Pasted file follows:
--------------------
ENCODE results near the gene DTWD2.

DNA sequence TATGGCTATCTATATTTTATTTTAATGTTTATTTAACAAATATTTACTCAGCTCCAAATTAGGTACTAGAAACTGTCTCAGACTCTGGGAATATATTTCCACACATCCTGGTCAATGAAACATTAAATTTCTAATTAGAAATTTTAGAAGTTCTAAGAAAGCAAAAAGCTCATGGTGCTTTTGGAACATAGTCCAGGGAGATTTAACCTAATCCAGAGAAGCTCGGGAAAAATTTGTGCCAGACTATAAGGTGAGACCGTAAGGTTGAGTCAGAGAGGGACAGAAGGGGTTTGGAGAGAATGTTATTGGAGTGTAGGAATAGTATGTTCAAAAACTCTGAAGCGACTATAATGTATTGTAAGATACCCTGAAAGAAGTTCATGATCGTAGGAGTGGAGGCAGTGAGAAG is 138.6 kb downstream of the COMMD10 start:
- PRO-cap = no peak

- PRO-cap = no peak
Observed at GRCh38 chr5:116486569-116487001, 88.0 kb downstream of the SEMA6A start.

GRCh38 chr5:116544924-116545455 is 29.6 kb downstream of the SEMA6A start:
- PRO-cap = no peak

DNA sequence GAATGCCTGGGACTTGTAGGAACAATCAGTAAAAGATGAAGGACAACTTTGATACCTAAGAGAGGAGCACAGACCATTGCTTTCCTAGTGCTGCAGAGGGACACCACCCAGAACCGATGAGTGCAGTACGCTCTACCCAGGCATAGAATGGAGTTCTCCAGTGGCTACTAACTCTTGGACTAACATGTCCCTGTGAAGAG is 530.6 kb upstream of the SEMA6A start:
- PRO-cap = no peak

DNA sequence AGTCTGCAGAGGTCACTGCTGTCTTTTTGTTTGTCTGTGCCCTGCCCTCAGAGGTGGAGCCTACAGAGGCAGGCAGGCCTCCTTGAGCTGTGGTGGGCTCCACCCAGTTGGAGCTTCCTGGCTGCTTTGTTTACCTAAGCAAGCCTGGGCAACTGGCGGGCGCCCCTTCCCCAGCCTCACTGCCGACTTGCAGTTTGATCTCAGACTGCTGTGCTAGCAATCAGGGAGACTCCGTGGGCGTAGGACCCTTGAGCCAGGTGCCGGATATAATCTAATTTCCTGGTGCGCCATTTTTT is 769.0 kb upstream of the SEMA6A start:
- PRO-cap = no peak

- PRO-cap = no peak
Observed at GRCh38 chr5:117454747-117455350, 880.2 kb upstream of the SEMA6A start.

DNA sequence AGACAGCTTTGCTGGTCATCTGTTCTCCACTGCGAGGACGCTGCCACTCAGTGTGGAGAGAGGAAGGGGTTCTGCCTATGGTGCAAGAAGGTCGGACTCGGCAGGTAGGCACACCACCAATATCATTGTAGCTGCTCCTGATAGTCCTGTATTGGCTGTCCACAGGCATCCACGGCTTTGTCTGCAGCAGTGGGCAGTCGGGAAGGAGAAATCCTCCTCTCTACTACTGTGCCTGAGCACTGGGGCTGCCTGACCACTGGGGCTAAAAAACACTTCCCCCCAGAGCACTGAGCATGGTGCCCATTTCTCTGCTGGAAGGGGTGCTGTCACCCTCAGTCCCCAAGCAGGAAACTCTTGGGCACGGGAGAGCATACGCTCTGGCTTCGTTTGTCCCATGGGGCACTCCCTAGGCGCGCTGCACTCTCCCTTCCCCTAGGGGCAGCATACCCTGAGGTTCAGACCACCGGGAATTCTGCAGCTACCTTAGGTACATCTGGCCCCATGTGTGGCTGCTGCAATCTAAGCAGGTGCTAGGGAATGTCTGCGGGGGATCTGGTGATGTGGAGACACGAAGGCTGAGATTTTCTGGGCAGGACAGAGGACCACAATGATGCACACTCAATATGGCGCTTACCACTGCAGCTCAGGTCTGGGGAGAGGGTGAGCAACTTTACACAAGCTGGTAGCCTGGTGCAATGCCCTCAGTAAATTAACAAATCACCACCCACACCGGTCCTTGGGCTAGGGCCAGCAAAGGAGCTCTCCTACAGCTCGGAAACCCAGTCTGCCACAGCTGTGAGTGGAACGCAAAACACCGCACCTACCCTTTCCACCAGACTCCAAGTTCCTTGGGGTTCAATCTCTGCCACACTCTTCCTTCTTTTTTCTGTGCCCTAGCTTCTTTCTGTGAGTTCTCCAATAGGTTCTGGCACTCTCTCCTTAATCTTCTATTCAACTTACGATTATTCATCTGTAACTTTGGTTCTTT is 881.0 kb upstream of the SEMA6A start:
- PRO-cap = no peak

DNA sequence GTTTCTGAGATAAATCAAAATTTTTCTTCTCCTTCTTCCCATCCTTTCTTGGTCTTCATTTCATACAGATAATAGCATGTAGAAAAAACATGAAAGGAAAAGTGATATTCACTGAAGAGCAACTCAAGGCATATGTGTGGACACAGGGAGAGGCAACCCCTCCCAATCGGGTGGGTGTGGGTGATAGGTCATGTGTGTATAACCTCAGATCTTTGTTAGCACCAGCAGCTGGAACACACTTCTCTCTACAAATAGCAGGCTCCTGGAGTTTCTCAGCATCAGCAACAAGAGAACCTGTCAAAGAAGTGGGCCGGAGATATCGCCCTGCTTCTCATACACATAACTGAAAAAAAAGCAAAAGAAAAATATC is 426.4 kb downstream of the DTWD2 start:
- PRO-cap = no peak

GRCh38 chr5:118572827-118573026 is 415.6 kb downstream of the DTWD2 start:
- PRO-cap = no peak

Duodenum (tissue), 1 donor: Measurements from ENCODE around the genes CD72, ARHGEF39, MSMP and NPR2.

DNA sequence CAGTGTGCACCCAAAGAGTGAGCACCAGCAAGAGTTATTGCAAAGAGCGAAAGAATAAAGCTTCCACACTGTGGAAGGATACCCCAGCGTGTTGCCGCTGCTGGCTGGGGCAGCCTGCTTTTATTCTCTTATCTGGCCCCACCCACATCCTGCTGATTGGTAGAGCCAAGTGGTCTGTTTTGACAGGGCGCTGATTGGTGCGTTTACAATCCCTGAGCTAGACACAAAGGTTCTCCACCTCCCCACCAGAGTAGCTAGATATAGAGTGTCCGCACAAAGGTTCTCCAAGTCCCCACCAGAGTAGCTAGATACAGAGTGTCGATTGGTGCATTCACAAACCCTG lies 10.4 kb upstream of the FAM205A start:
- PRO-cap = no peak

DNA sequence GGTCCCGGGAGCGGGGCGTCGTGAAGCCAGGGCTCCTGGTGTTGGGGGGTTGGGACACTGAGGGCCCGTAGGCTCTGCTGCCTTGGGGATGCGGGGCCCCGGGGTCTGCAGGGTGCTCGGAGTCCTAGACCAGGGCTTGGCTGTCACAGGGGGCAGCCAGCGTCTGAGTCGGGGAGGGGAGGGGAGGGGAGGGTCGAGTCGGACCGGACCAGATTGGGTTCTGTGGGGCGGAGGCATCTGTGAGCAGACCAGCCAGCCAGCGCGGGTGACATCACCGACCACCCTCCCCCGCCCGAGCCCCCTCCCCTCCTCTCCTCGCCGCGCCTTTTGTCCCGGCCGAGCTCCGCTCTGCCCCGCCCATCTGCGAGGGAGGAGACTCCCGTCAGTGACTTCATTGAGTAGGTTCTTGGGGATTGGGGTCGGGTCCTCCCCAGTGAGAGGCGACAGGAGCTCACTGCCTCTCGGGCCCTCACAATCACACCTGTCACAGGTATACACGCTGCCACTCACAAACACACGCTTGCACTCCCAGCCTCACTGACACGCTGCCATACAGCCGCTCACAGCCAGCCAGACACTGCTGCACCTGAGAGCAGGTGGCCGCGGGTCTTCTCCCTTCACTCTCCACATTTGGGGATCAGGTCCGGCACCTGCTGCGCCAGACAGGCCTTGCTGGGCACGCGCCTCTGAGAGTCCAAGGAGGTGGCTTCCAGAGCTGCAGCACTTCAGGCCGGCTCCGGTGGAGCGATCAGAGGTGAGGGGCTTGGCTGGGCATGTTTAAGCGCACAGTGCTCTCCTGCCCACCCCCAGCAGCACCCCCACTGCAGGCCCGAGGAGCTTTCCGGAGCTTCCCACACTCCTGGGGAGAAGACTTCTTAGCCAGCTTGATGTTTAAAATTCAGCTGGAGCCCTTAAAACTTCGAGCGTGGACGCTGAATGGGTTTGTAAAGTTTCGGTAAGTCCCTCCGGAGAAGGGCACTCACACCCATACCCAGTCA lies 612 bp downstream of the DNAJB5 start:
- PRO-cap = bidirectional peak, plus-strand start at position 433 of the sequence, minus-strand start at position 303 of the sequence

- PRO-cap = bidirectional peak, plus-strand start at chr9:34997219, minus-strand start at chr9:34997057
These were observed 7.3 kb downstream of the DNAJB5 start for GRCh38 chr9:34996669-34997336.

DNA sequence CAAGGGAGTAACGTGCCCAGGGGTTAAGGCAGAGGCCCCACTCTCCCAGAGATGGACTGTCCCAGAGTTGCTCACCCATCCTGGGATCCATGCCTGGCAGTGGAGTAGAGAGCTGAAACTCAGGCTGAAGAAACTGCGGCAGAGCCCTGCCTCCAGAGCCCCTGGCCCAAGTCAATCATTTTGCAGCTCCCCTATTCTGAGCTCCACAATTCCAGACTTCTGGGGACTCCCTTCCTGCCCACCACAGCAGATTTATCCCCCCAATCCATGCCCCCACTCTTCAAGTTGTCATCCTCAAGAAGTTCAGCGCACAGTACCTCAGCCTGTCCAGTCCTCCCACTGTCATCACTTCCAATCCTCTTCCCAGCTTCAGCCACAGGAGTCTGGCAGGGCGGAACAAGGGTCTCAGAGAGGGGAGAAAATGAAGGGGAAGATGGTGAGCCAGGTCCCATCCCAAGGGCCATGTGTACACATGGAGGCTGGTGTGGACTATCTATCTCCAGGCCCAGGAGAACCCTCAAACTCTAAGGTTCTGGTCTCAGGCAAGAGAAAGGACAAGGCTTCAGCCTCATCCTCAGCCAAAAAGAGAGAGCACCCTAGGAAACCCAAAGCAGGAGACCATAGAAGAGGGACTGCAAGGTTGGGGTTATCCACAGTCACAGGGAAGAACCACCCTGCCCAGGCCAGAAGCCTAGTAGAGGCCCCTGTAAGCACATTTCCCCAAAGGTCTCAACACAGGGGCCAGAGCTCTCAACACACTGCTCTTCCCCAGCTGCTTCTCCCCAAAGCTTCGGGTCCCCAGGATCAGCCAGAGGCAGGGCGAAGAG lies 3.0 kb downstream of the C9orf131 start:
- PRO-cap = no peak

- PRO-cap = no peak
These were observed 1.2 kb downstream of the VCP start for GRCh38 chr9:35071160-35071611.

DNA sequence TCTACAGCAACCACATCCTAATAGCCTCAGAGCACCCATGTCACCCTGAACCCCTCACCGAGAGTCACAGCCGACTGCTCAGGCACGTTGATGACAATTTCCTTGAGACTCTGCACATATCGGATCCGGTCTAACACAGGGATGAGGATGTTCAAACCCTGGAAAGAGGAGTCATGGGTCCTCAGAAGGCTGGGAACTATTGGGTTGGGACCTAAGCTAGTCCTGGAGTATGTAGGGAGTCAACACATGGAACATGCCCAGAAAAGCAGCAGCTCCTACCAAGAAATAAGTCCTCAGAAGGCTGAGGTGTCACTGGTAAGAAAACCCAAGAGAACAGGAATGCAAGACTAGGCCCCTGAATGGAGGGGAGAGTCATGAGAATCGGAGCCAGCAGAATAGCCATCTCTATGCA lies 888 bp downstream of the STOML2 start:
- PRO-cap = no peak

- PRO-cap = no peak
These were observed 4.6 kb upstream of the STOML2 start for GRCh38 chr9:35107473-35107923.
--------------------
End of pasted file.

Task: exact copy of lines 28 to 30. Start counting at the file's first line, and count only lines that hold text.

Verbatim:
- PRO-cap = no peak

- PRO-cap = no peak
These were observed 1.2 kb downstream of the VCP start for GRCh38 chr9:35071160-35071611.